PANINI COMICS High Crimes Review.  You can't escape the person that you are

The top of Mount Everest is the dream of many of those who enjoy climbing the mountain, of those whose skin is tanned by the solar radiation that hits when reaching a certain altitude. Panini Comics He takes us with High Crimes to Nepal to wrap us in a dark plot that reveals what we carry within us.

The goddess who lives on the mountain

Climbing is a risky sport where each person fights their own battles. It does not matter if we go in a group, if you have a hand outstretched to overcome an overhang. There are many lonely moments up there, where managing to take a step forward becomes an odyssey that raises all sorts of questions. The challenge is not only physical, the war against the mountain is not fought based on strength in arms and legs, it is an epic that only a structured and powerful mind can lead to success.

The forces end above 8,000 meters, only the drive, the stubbornness, throwing the dice and against all odds reach that peak that we have set as our goal. Climbing those megalithic giants is a metaphor for life itself. A small oversight, a misfortune, an equation whose decimals are not exact and the ground can disappear under our feet. The fall is certain death, there are no barriers to protect us, our body is one more enemy. The mountain takes its toll and does so at its finest. Not all those who leave return with the mission accomplished, some cannot even count it.

The top we want to get to

Haskell Price and Suzanne Jensen have a business recovering the bodies of climbers who gave up their lives in the ascent of Everest. We could make endless diatribes about the convenience or not of their activity, about the ethics of their activity comparable to that of grave robbers, desecrators of bodies who did not manage to return. Its price for giving back to the families what remains of their loved ones is not cheap, the work to get it is not easy either. But the path that Zan Jensen has traveled to reach that point in his earthly existence is not trivial either.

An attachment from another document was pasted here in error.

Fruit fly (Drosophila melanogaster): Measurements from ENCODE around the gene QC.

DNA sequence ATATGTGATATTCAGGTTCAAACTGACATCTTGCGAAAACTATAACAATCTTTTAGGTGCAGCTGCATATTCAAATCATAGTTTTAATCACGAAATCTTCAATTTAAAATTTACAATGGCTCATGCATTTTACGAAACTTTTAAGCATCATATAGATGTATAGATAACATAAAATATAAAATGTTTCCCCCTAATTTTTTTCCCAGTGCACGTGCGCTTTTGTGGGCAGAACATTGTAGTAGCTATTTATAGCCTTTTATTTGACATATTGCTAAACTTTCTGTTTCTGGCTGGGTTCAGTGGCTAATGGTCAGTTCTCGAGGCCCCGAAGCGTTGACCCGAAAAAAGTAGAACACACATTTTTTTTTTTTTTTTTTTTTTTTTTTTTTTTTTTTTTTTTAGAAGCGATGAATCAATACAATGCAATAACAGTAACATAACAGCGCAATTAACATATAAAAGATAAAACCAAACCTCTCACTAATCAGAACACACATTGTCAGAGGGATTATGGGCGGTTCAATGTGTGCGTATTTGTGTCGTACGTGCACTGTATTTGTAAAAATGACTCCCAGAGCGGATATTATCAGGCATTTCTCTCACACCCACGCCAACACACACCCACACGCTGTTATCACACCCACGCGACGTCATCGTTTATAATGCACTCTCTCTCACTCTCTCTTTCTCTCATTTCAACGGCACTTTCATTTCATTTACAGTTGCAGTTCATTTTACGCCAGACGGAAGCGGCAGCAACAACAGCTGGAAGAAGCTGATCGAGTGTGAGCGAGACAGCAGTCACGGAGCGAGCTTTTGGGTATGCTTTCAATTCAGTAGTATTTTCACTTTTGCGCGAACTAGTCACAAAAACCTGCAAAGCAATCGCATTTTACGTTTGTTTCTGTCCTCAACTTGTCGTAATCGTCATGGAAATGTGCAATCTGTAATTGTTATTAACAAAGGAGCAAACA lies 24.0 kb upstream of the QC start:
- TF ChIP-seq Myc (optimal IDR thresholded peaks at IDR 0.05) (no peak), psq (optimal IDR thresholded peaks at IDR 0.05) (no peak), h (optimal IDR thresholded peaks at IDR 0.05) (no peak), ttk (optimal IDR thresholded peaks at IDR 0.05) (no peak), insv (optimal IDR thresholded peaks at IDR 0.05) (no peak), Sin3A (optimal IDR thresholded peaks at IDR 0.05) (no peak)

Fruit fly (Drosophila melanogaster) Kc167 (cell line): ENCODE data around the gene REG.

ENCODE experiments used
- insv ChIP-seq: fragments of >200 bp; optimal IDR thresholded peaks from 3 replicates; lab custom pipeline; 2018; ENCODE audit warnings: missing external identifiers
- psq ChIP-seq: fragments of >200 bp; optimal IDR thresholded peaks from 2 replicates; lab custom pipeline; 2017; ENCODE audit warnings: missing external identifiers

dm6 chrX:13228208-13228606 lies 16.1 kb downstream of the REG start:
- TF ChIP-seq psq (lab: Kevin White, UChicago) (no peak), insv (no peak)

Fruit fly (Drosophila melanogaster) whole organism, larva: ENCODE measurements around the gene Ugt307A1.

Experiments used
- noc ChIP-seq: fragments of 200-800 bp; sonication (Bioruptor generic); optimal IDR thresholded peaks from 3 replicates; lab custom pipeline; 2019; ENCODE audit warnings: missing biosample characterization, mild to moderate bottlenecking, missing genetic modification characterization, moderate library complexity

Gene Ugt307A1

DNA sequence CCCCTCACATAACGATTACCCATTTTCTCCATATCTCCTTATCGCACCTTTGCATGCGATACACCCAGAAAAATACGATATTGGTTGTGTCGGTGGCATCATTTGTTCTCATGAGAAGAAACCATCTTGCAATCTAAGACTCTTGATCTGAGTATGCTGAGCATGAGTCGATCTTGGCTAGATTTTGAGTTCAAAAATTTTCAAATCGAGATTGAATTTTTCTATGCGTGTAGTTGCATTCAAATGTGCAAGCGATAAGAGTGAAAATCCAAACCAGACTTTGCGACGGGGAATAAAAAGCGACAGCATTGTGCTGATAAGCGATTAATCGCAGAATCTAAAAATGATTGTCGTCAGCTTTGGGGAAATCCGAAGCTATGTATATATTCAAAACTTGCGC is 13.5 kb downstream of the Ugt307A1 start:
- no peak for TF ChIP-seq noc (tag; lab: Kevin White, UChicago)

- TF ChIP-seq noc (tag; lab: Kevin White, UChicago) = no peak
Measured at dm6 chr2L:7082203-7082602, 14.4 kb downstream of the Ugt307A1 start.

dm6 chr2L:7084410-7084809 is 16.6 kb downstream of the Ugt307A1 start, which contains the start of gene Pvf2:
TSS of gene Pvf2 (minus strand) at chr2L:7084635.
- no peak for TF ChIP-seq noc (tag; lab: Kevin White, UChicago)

Christopher Sebela plantea en High Crimes an intelligent script full of chiaroscuro. The protagonist was a prestigious snowboarder with several medals obtained in competitions such as the Olympic Games. How he got them is another matter. He did it under the influence of doping substances. She lost the right obtained by those victories but she refused to get rid of those metals to which a part of herself clings. Zan is not close to being perfect, she is a woman full of scars that she cannot close. Haunted by her past, she drowns her sorrows in drugs and alcohol, hardly succeeding in silencing her own demons.

If to all this we add a huge dose of suspense to the discovery of a corpse near the top of Everest, by Price, from which he manages to rescue, apart from organic material (a hand) to identify the body, a rather complete … we find the perfect elements for a spy story worthy of the best of the genre, without scruples, it only matters to silence the loose ends, not to leave verses that can uncover the sibylline intentions and secrets of those who control everything from the shadows .

Recreating the solitude of the ice wall

Ibrahim Moustafa’s drawing perfectly recreates the harshness and harshness that surrounds the difficulty of traversing the path strewn with traps that leads to the top of the highest mountain on Earth. It shows the edges of the soul of its protagonists, the drive and abandonment, the motivations both to keep going and to let go. We attend the visual recreation of a dangerous ascent where death can be waiting at each step, after a ledge, when crossing a glacier crevice or after a small jump. The color palette goes from gloomy to the absence of filters due to the lack of atmosphere. A slap of absolute reality, without hiding behind trompe l’oeil, stark but never vulgar.

High Crimes tells us about an attempt at redemption by more than one protagonist, by Miss Jensen but also by agent Sullivan Mars. Sometimes you can attend with conviction to a show that gets you to stir your entrails. Sebela and Moustafa succeed, although the light at the end of the tunnel is not yet visible, although the mountain does not smile back at us, although our soul is not at peace.

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